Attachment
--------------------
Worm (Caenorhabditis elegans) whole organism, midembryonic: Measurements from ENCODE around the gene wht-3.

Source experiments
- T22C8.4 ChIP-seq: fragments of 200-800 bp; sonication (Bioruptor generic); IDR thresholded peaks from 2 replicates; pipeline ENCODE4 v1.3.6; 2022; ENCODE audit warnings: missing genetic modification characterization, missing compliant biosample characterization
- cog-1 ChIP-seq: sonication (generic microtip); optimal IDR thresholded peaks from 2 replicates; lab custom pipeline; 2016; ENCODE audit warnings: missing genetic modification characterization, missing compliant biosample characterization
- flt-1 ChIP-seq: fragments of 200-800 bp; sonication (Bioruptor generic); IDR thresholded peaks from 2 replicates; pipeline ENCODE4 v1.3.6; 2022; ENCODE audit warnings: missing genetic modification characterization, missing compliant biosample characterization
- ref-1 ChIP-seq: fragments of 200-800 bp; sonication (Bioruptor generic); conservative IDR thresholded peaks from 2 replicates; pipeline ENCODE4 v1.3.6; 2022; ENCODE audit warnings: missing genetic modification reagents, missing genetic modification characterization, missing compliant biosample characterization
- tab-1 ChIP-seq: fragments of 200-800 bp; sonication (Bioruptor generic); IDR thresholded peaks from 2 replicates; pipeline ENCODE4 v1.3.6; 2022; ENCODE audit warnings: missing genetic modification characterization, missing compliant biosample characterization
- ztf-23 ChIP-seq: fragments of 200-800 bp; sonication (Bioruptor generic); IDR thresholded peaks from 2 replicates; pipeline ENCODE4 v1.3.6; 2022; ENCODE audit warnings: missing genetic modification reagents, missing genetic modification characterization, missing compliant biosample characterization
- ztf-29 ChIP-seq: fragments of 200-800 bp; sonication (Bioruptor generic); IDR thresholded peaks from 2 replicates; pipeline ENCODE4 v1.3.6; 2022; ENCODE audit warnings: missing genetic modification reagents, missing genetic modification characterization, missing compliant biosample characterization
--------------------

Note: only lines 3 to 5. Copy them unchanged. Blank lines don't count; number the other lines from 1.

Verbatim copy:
- T22C8.4 ChIP-seq: fragments of 200-800 bp; sonication (Bioruptor generic); IDR thresholded peaks from 2 replicates; pipeline ENCODE4 v1.3.6; 2022; ENCODE audit warnings: missing genetic modification characterization, missing compliant biosample characterization
- cog-1 ChIP-seq: sonication (generic microtip); optimal IDR thresholded peaks from 2 replicates; lab custom pipeline; 2016; ENCODE audit warnings: missing genetic modification characterization, missing compliant biosample characterization
- flt-1 ChIP-seq: fragments of 200-800 bp; sonication (Bioruptor generic); IDR thresholded peaks from 2 replicates; pipeline ENCODE4 v1.3.6; 2022; ENCODE audit warnings: missing genetic modification characterization, missing compliant biosample characterization